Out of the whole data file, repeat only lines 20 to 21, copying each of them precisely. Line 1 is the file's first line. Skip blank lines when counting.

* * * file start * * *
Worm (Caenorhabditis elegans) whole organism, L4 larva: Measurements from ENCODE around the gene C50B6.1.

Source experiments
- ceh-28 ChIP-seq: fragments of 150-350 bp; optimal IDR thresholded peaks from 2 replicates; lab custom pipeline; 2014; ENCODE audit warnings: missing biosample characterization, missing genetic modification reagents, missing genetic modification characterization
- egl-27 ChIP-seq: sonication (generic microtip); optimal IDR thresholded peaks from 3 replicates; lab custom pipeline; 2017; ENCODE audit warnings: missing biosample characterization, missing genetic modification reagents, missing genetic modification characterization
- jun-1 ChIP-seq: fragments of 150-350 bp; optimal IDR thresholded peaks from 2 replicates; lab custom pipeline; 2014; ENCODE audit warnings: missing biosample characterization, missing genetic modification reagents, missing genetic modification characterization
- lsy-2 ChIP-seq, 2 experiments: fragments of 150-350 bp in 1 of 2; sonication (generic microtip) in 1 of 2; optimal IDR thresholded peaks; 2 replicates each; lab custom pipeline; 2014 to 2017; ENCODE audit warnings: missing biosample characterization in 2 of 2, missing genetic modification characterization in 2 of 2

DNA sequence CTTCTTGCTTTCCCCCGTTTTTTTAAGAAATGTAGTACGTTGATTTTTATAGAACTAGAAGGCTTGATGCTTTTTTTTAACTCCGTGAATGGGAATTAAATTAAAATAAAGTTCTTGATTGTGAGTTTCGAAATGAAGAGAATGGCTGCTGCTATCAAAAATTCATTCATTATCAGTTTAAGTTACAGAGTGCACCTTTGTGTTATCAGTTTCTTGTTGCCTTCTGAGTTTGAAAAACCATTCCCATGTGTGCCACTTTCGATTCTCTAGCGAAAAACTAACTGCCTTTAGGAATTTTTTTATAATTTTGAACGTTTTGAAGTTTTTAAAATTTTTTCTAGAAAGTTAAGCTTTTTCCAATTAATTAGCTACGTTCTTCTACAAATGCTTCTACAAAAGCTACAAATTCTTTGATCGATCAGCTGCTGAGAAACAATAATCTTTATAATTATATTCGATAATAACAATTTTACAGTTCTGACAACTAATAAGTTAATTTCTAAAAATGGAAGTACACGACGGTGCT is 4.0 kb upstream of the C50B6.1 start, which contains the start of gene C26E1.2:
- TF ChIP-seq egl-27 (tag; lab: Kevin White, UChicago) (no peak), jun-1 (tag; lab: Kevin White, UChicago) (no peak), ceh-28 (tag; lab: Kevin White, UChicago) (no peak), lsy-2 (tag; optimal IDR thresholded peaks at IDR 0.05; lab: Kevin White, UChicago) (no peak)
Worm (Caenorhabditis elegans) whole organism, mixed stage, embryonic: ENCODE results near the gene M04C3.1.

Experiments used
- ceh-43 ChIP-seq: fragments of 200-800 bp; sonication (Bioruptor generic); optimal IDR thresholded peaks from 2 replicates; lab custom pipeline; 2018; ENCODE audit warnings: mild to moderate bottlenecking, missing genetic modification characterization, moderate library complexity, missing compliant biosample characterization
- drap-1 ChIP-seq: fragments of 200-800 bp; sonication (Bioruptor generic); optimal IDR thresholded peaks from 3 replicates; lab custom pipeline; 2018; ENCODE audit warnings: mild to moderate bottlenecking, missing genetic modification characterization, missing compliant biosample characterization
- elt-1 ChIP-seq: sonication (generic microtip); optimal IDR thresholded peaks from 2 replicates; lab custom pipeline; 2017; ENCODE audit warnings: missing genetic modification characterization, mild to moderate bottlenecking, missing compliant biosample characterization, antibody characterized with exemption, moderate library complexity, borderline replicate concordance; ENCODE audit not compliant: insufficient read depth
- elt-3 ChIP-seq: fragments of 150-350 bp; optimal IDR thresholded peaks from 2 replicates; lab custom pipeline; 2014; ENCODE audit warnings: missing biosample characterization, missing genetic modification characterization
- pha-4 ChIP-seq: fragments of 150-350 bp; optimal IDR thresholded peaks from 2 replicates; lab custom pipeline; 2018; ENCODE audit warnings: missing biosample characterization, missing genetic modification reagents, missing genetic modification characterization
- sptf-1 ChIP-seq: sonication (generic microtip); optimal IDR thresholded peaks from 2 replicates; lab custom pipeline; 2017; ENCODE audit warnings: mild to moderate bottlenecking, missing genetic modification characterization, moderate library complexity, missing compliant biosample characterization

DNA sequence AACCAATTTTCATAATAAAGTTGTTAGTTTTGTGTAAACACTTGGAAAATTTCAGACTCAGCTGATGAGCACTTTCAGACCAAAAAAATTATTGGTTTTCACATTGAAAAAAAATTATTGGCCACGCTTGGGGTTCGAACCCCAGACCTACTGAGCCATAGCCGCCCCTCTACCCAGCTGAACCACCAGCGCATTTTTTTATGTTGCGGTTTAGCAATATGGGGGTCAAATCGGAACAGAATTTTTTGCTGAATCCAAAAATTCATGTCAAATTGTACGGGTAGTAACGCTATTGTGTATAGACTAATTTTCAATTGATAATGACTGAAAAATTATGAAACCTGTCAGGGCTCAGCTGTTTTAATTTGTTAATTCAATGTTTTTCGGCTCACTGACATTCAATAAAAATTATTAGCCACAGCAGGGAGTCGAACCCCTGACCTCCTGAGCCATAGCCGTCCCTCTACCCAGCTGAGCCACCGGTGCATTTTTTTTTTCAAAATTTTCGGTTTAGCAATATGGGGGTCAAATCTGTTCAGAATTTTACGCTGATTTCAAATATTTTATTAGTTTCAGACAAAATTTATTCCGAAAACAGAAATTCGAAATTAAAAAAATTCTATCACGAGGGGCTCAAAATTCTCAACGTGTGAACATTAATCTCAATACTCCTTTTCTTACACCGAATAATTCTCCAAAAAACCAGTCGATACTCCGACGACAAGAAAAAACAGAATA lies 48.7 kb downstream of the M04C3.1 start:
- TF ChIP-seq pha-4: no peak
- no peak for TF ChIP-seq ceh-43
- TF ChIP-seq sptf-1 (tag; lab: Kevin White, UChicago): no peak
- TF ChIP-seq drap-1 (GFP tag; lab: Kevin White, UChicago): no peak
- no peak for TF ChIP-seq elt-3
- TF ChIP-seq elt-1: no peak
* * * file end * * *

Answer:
- TF ChIP-seq sptf-1 (tag; lab: Kevin White, UChicago): no peak
- TF ChIP-seq drap-1 (GFP tag; lab: Kevin White, UChicago): no peak